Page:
And give not Thine heritage to reproach
That the nations should rule over them.*6
Wherefore should they say among the peoples
“Where is their God?”
18. Then Jehovah will be jealous for His people:
And will have pity on His people.
19. And Jehovah will answer and say to His people:
Behold I am sending to you the corn,
The new wine and the oil;
And ye shall be satisfied therewith.
And I will no longer make you
For a reproach among the nations
20. And I will remove afar from you the one from the North
And will drive him into a dry and desolate land,
His face toward the Eastern sea
His rear toward the Western sea
And his stench shall arise
And his ill odor shall ascend,
For he hath lifted himself up to do great things.
21. Fear not, O Land
Be glad and rejoice,
For Jehovah doeth great things.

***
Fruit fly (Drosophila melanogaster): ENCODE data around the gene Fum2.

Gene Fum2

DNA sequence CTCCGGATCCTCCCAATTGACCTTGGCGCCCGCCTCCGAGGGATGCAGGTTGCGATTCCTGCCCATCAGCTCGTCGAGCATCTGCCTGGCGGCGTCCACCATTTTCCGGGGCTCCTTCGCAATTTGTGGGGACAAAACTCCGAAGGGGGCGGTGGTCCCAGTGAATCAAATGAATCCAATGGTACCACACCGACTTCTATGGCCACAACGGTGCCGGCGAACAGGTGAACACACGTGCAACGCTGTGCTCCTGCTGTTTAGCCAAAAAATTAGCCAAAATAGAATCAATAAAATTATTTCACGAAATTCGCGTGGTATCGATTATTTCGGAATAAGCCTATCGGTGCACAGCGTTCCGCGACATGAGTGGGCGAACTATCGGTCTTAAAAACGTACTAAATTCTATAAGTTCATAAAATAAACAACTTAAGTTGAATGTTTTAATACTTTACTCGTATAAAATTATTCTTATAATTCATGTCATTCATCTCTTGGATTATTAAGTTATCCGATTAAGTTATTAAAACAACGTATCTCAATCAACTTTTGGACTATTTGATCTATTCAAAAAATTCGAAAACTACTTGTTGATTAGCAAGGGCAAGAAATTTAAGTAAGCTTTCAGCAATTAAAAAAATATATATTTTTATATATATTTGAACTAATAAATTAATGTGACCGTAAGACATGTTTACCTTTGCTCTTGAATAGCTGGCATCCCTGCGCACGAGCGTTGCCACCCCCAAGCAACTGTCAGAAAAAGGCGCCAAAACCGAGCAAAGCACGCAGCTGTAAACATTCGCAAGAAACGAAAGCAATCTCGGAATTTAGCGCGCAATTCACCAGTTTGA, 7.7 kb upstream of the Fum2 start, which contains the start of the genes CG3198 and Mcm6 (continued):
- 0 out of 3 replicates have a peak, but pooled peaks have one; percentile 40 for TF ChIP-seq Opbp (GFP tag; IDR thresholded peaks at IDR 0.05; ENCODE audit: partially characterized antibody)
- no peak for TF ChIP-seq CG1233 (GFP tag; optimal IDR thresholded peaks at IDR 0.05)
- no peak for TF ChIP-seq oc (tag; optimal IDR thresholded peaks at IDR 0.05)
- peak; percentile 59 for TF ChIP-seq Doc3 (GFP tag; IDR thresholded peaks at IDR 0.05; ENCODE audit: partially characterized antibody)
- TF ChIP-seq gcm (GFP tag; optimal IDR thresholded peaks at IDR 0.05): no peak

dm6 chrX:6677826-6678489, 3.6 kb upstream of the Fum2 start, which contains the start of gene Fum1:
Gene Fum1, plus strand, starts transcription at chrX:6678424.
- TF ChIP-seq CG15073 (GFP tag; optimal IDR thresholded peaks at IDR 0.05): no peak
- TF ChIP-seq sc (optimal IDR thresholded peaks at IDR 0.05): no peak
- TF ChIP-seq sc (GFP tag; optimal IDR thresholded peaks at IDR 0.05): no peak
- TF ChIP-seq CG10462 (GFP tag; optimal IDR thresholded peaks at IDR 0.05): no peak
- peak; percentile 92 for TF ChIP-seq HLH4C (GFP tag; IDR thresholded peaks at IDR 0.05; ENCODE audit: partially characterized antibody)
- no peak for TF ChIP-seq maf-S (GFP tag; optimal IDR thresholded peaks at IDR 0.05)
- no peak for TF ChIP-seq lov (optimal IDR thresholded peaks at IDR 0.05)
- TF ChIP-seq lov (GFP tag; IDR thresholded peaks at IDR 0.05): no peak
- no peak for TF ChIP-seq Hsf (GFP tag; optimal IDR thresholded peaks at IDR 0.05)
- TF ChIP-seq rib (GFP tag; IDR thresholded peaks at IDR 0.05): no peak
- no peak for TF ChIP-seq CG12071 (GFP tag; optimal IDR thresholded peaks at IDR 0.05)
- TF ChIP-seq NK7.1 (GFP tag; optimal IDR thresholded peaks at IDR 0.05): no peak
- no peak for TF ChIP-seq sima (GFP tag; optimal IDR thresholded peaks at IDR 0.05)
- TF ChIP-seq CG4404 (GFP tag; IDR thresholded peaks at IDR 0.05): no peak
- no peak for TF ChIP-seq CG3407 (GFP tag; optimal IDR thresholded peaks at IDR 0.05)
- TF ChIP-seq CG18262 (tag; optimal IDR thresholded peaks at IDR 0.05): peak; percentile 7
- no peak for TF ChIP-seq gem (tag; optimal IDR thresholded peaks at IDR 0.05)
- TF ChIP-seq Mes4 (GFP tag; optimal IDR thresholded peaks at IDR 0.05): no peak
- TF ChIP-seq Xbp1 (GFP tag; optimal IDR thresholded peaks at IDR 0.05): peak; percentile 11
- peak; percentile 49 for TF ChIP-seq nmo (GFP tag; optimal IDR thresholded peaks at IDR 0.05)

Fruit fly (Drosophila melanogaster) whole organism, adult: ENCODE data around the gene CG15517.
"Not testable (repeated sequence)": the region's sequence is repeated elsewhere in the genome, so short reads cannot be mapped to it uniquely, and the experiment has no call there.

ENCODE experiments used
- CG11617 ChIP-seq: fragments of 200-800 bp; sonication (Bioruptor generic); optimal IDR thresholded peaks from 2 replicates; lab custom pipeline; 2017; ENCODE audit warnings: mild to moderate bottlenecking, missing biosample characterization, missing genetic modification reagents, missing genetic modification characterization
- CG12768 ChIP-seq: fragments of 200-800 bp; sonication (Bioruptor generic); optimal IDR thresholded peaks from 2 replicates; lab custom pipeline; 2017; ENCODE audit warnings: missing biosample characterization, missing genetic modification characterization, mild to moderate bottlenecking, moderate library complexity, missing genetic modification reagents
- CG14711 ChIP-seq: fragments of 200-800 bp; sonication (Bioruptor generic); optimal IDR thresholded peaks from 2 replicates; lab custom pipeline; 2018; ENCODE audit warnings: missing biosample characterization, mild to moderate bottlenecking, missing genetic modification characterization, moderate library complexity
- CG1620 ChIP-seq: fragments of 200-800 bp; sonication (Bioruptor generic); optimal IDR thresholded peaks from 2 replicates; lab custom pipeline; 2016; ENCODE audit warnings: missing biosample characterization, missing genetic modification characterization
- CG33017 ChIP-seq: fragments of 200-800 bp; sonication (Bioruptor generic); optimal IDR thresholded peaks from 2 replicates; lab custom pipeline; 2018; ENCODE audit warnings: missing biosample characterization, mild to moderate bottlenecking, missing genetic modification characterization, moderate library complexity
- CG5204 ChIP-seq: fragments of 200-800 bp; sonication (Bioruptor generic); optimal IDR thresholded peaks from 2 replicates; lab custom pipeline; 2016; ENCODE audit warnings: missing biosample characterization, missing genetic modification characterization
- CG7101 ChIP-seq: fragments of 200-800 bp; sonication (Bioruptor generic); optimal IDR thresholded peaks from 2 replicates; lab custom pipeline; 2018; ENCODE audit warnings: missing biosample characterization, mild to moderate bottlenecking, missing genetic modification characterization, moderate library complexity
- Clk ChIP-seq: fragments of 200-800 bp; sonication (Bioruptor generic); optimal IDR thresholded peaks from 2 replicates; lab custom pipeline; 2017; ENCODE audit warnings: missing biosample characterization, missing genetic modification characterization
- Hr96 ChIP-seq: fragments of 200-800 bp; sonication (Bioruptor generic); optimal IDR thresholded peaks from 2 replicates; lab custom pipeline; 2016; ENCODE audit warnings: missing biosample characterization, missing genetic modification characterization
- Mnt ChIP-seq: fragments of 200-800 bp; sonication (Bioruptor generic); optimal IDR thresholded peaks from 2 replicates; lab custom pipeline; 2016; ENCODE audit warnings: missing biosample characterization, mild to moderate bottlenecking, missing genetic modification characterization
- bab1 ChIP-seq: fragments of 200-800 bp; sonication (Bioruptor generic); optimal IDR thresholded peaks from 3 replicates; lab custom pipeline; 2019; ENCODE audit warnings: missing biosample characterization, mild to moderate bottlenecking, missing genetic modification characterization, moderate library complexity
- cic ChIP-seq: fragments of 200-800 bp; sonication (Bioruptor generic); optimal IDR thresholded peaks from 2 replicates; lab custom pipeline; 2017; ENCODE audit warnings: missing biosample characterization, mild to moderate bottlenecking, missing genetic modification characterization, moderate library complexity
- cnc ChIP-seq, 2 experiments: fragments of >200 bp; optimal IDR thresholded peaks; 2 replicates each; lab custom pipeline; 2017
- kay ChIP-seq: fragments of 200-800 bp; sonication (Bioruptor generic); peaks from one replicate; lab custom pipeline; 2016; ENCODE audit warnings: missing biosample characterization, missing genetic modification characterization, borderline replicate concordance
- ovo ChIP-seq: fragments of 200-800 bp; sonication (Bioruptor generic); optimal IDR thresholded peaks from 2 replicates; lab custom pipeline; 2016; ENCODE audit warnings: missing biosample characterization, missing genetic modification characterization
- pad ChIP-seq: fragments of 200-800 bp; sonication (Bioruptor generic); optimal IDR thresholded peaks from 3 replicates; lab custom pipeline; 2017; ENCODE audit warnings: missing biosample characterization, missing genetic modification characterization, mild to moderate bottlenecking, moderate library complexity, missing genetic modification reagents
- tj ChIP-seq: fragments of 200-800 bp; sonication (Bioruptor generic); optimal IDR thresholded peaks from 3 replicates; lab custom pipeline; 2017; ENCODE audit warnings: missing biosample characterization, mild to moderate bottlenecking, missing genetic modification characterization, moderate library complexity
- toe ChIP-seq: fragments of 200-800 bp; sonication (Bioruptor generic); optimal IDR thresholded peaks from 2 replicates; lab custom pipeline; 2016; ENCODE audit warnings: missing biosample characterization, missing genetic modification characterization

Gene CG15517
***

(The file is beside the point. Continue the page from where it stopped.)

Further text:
22. Fear not, ye beasts of the field!
For the pastures of the desert spring forth,
The tree beareth her fruit
The fig tree and the vine give their strength.
23. Ye children of Zion, be glad and rejoice
In Jehovah your God;
For He giveth you the early rain in righteousness,
He causeth to descend for you the showers,
The early and the latter rain as before.
24. And the floors shall be full of corn,
And the vats shall overflow with new wine and oil.
25. And I will restore to you the years,
Which the Arbeh hath eaten.
The Jelek, the Chasel and the Gazam,
My great army, which I sent among you.
26. Then ye shall be in abundance, and be satisfied
And praise the name of Jehovah your God,
Who has dealt wondrously with you,
You My people shall never be ashamed.
27. And ye shall know that I am in the midst of Israel,
And that I Jehovah am your God, and none else.
And My people shall never be ashamed,
28. And it shall come to pass afterwards,
I will pour out My Spirit upon all flesh,
And your sons and your daughters shall prophesy;
Your old men shall dream dreams,
Your young men shall see visions.